“My heart overflows with a pleasing theme; I address my verses to the king…”
By PAUL ZILMER
Read Time: 2 minutes
There can be no doubt that Psalm 45 is messianic. We would have figured it out anyway, but the use made of it in the New Testament clinches it. How would we have figured it out? Just look at how it begins: “My heart overflows with a pleasing theme; I address my verses to the king…” Who is the king? It can be none other than Messiah.
Please stop here and read the psalm. Try reading it in a version you don’t usually use. Please actually do it, don’t just blow it off. The psalm will be the most important thing you read today—far more so than my ramblings. Go.
[From The Tidings, here is Psalm 45 NIV inserted below:]
For the director of music. To the tune of “Lilies.” Of the Sons of Korah. A maskil.
A wedding song. My heart is stirred by a noble theme as I recite my verses for the king; my tongue is the pen of a skillful writer.
You are the most excellent of men and your lips have been anointed with grace, since God has blessed you forever.
Gird your sword on your side, you mighty one; clothe yourself with splendor and majesty.
In your majesty ride forth victoriously in the cause of truth, humility and justice; let your right hand achieve awesome deeds.
Let your sharp arrows pierce the hearts of the king’s enemies; let the nations fall beneath your feet.
Your throne, O God, will last for ever and ever; a scepter of justice will be the scepter of your kingdom.
You love righteousness and hate wickedness; therefore God, your God, has set you above your companions by anointing you with the oil of joy.
All your robes are fragrant with myrrh and aloes and cassia; from palaces adorned with ivory the music of the strings makes you glad.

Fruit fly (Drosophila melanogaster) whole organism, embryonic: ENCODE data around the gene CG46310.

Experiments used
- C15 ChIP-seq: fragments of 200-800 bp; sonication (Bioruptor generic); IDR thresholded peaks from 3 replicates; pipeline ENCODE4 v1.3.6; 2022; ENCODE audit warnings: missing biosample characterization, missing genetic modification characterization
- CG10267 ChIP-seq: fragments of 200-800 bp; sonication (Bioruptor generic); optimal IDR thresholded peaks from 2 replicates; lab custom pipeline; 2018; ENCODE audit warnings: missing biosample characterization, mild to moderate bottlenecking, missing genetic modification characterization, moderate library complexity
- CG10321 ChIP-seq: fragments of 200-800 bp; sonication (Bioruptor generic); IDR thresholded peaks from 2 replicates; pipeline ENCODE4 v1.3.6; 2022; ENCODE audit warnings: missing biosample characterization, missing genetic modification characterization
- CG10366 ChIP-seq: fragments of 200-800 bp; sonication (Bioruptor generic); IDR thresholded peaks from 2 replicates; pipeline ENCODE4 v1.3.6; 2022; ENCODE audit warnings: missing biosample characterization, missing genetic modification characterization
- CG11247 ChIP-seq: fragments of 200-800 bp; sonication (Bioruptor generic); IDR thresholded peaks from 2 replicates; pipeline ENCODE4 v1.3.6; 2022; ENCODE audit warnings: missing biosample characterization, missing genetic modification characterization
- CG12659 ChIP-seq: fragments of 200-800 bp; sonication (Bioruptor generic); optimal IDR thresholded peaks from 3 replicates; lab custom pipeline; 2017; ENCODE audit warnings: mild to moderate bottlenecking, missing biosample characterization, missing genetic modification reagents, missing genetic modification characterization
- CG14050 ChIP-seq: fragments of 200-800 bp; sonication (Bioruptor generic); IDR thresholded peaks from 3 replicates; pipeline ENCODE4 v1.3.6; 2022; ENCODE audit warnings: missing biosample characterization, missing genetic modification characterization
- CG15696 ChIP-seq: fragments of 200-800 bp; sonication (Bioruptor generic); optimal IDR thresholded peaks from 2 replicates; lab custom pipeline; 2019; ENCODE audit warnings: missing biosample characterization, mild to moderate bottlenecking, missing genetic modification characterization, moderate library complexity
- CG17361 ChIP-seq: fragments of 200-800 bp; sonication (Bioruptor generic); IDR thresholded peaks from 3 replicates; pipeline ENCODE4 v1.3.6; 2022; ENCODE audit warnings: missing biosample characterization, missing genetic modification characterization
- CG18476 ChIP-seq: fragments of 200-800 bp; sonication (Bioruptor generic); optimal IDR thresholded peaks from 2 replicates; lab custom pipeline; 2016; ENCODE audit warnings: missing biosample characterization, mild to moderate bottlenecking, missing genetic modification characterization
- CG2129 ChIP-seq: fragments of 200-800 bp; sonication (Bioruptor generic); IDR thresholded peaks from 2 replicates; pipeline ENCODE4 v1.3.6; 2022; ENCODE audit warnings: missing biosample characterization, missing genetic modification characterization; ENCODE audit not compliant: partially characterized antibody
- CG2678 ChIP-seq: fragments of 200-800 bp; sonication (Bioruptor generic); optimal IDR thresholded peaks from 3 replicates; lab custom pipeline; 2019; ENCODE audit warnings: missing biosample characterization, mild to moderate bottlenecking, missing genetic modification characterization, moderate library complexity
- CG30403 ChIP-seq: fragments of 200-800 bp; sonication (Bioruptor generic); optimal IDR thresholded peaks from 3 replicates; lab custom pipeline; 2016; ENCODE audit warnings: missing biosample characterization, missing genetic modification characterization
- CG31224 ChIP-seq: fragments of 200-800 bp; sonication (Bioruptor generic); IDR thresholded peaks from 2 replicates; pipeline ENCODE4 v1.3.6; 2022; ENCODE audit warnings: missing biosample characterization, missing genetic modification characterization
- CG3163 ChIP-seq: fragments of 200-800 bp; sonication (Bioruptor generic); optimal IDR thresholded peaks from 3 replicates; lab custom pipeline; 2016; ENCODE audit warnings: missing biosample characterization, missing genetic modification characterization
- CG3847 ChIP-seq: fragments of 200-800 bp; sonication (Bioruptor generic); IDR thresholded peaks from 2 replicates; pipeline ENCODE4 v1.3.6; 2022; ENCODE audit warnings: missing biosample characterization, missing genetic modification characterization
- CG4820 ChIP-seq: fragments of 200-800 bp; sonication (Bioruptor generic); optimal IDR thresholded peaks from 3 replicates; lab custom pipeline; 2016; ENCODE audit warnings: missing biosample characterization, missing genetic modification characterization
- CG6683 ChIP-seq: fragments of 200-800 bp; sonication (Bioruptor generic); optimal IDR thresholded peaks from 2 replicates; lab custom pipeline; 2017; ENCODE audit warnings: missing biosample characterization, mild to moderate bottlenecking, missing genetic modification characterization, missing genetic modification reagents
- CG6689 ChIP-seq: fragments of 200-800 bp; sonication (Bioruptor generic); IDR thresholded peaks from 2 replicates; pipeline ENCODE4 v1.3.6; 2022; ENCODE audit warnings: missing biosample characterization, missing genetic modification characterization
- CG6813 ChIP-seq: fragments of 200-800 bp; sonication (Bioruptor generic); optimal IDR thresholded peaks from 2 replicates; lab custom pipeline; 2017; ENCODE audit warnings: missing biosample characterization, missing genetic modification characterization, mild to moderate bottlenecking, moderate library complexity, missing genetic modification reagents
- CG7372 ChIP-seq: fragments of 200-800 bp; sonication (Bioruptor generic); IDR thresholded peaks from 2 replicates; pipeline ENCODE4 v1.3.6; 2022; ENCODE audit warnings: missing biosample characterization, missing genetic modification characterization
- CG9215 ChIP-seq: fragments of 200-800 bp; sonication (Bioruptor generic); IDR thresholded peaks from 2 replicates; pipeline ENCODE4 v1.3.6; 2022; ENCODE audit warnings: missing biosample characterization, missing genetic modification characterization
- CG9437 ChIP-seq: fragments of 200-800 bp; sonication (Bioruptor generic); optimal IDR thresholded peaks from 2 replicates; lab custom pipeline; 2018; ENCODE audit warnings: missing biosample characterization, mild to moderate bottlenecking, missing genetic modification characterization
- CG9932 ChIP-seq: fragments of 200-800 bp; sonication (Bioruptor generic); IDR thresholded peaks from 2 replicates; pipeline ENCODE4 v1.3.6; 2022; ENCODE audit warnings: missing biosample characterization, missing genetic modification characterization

Daughters of kings are among your honored women; at your right hand is the royal bride in gold of Ophir.
Listen, daughter, and pay careful attention: Forget your people and your father’s house.
Let the king be enthralled by your beauty; honor him, for he is your lord.
The city of Tyre will come with a gift,[fn] people of wealth will seek your favor.
All glorious is the princess within her chamber; her gown is interwoven with gold.
In embroidered garments she is led to the king; her virgin companions follow her— those brought to be with her.
Led in with joy and gladness, they enter the palace of the king.
Your sons will take the place of your fathers; you will make them princes throughout the land.
I will perpetuate your memory through all generations; therefore the nations will praise you for ever and ever.
Thank you. Now I have a question: Did you read the psalm’s title? Is it what you would have expected, knowing it’s a psalm about Christ? The singer/songwriter, one of the descendants of Korah, says, “This is a love song.”
The first nine verses are indeed about Messiah, in his regal and military might. And then the songwriter shifts to the king’s love interest, and the rest of the song is about her. You know who she is, right? If there’s any doubt, see John 3:29, Ephesians 5, and the Bride of Revelation 19, 21 & 22.
This song is about Jesus, yes…and it is just as much a song about his Bride. The writer says so: it’s a love song.
When you read it, were you moved to think, “This is about me, isn’t it?” Did you take to heart the call to leave behind your former life? Did you feel, perhaps in amazement, that it’s you who are beautiful to the king? You that is “all glorious”, surrounded by joy and gladness? You that will be remembered and praised for all time?
We are beautiful to Jesus. He loves us so much. (It’s all right to blush.)